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Haweswater Reservoir Haweswater Reservoir Dun Bull  Hotel, Mardale 1935

Michael Graham

Trevor Rikard

Dun Bull Hotel, Mardale Green 1935


About Haweswater

Haweswater is a reservoir in the English Lake District, built in the valley of Mardale.

The controversial construction of the Haweswater dam started in 1929, after the UK Parliament passed an Act giving the Manchester Corporation permission to build the reservoir to supply water for the urban towns of north-west England.

At the time, there was public outcry about the decision, as the valley of Mardale was populated by the farming villages of Measand and Mardale Green.

The construction of the reservoir meant that these villages would be flooded and lost and the population would have to be moved.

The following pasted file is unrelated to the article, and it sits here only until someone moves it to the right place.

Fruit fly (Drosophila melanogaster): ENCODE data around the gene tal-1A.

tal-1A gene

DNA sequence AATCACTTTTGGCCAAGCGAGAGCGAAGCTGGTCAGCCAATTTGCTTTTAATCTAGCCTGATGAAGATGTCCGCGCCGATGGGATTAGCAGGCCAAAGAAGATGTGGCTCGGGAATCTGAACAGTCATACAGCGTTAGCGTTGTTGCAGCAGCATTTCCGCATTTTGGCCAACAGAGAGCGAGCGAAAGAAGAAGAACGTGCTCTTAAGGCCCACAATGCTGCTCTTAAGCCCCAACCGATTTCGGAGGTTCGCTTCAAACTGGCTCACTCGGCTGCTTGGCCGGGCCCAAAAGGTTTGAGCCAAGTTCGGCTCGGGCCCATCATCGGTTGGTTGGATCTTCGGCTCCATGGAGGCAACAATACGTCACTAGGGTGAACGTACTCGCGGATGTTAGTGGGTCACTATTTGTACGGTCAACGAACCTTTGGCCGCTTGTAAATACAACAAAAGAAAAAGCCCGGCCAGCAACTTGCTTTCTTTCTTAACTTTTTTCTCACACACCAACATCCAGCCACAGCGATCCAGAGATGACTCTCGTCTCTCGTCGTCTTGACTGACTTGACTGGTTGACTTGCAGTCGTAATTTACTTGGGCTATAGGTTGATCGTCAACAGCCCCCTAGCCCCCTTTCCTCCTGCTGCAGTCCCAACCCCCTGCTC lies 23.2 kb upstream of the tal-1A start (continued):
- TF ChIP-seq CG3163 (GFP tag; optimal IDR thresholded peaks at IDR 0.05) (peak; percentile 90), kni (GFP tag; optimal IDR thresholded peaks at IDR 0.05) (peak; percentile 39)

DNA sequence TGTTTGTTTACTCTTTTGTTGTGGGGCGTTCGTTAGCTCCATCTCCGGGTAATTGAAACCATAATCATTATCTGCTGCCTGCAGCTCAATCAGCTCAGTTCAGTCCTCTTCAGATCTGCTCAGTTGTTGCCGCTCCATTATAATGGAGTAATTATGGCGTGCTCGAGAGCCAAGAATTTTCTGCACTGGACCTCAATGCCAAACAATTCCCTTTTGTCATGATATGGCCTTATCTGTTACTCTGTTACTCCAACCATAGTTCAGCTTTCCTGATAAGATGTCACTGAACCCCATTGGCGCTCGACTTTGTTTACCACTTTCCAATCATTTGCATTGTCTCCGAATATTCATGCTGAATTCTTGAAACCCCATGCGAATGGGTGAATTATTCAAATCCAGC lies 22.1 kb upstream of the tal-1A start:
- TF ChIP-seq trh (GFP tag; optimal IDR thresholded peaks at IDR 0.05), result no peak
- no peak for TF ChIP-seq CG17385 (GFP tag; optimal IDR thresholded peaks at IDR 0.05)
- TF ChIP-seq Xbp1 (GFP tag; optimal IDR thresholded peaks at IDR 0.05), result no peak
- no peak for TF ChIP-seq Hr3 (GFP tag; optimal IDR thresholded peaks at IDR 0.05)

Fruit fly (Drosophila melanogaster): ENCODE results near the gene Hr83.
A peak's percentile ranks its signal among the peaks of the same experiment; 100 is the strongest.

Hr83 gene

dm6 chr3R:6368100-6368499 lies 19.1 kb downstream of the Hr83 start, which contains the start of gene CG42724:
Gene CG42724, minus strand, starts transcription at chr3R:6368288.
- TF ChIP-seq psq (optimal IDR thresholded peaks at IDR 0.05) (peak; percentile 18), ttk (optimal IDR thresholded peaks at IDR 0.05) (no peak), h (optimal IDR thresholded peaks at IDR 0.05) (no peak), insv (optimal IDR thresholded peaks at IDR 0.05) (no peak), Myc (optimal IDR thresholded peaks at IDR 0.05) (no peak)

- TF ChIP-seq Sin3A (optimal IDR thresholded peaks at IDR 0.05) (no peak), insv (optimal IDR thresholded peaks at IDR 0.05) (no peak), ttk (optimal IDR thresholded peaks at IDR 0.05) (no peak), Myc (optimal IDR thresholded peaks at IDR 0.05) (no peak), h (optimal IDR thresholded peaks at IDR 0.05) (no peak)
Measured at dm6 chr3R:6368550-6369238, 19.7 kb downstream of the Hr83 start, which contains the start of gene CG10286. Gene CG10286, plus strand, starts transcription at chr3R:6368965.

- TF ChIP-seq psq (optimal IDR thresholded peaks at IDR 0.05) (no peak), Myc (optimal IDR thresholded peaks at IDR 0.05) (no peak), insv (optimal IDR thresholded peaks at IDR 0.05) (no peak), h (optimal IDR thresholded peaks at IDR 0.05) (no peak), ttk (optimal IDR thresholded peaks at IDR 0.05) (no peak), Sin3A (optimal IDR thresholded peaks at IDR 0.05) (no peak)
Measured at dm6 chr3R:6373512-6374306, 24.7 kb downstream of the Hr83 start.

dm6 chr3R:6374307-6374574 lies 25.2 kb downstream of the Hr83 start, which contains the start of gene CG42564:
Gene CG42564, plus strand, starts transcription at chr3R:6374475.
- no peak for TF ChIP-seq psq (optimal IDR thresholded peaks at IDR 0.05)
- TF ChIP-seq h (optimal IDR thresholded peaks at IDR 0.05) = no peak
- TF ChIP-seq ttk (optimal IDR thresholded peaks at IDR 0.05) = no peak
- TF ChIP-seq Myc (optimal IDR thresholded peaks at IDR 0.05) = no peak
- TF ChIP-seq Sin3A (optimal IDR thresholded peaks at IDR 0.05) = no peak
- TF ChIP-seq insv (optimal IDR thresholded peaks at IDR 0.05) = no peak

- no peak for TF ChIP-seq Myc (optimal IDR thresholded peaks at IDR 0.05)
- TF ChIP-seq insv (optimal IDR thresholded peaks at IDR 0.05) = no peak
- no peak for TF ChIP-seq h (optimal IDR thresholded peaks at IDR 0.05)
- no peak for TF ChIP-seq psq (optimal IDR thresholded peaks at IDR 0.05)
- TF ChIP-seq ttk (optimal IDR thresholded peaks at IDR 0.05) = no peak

In addition, the valley was considered one of the most picturesque in Westmorland and many people thought it should be left alone.

Prior to the valley being flooded in 1935, all the farms and dwellings of the villages of Mardale Green and Measand were demolished, as well as the centuries-old Dun Bull Hotel at Mardale Green.

The village church was dismantled and the stone used in constructing the reservoir Take Off Tower (see; all the bodies in the churchyard were exhumed and re-buried at Shap.

Today, when the water in the reservoir is low, the remains of the submerged village of Mardale Green can still be seen as stone walls and the village bridge become visible as the water level drops.

The Haweswater valley is the only place in England where golden eagles nest and there is an RSPB observation post in the valley of Riggindale, where the pair have their eyrie.

Walking routes near Haweswater


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